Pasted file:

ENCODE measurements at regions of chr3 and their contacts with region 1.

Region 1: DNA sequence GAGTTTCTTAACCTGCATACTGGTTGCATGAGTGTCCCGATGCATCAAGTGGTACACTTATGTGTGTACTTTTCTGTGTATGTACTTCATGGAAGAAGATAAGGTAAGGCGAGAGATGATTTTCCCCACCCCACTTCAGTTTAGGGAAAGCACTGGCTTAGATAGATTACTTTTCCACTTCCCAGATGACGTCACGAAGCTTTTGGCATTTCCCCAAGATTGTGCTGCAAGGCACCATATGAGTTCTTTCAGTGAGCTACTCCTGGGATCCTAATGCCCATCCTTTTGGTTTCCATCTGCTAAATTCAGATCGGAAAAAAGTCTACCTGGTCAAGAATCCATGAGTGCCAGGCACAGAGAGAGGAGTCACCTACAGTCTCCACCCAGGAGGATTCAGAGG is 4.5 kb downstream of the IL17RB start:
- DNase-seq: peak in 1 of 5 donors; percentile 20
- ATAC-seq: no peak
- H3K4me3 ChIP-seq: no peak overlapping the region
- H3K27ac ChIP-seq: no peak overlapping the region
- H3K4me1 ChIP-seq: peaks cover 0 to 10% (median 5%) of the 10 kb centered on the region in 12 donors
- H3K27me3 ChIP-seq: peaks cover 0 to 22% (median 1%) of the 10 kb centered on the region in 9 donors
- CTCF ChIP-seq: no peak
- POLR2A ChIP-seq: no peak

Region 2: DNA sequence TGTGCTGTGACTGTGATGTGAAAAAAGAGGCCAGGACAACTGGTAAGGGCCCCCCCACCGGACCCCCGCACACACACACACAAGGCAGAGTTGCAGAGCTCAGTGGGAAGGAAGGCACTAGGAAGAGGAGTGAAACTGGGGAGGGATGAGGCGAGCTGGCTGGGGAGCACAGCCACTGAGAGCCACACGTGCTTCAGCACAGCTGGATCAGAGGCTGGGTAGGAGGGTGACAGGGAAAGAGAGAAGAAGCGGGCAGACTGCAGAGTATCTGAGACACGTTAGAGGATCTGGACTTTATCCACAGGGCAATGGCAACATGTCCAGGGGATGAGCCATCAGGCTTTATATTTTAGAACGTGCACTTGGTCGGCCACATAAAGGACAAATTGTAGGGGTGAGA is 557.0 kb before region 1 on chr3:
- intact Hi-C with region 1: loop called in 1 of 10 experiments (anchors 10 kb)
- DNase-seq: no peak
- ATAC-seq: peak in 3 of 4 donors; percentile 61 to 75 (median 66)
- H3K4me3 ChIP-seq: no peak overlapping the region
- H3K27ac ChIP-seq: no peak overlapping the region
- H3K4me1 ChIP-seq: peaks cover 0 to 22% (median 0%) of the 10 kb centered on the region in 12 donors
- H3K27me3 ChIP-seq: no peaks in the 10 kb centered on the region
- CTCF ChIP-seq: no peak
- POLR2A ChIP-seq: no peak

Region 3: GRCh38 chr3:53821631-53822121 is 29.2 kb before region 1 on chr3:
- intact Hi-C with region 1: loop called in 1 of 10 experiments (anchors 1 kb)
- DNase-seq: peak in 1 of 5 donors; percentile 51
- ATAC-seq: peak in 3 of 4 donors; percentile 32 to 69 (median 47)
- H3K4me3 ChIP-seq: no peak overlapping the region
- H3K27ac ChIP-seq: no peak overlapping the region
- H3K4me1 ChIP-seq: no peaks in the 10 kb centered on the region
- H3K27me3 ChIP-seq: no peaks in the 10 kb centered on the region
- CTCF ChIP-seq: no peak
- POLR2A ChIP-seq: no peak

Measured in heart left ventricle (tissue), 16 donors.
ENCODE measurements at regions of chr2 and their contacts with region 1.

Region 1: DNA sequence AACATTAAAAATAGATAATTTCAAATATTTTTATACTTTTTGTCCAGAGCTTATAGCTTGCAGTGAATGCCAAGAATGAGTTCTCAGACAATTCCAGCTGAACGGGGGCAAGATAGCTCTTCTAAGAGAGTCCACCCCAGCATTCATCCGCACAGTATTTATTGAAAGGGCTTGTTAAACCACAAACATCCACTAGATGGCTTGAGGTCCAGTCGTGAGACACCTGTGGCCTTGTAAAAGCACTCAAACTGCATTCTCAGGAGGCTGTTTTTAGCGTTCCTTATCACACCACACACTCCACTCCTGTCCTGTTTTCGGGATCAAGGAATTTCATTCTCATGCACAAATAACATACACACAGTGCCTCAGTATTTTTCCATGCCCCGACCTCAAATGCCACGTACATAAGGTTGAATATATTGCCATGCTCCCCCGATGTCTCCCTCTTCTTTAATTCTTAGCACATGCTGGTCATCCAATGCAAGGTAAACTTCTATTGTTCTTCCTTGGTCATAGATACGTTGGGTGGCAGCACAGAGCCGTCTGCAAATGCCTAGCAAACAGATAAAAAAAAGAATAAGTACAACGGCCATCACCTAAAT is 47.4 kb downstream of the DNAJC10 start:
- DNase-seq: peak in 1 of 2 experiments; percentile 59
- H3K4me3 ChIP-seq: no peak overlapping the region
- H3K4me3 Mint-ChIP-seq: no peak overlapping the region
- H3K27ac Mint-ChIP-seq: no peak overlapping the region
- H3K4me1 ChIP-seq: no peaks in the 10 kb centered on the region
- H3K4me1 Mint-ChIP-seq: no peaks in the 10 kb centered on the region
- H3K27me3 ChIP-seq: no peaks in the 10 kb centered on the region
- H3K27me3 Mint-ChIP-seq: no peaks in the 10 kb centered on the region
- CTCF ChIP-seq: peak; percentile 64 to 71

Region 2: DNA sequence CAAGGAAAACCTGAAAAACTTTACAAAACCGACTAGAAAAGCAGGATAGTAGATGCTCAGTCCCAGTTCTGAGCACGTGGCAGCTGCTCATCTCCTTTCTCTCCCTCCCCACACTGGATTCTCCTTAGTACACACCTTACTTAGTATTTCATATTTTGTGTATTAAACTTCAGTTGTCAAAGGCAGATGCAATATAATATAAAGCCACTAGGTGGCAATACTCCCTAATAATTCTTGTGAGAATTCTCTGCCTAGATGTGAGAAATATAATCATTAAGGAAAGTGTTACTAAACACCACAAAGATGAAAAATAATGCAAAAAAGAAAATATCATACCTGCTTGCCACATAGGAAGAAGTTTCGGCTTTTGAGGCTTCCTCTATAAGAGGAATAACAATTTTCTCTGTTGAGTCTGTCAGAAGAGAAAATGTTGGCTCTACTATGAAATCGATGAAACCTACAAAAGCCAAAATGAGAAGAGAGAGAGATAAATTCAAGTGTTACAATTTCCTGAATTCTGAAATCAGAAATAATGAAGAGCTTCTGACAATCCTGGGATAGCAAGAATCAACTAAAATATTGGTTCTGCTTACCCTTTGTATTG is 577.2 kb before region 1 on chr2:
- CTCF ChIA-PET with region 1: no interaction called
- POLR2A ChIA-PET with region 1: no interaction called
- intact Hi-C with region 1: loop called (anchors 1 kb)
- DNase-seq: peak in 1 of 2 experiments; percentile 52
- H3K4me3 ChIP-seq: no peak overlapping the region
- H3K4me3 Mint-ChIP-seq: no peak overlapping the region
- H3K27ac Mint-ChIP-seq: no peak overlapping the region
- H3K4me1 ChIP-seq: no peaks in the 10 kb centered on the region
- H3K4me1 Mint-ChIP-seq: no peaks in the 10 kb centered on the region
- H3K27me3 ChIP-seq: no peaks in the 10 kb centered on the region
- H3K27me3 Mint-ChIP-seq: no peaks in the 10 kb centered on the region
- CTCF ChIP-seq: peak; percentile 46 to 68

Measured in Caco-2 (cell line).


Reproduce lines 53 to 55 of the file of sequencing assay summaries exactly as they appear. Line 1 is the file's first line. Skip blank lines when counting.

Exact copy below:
- H3K27me3 ChIP-seq: no peaks in the 10 kb centered on the region
- H3K27me3 Mint-ChIP-seq: no peaks in the 10 kb centered on the region
- CTCF ChIP-seq: peak; percentile 46 to 68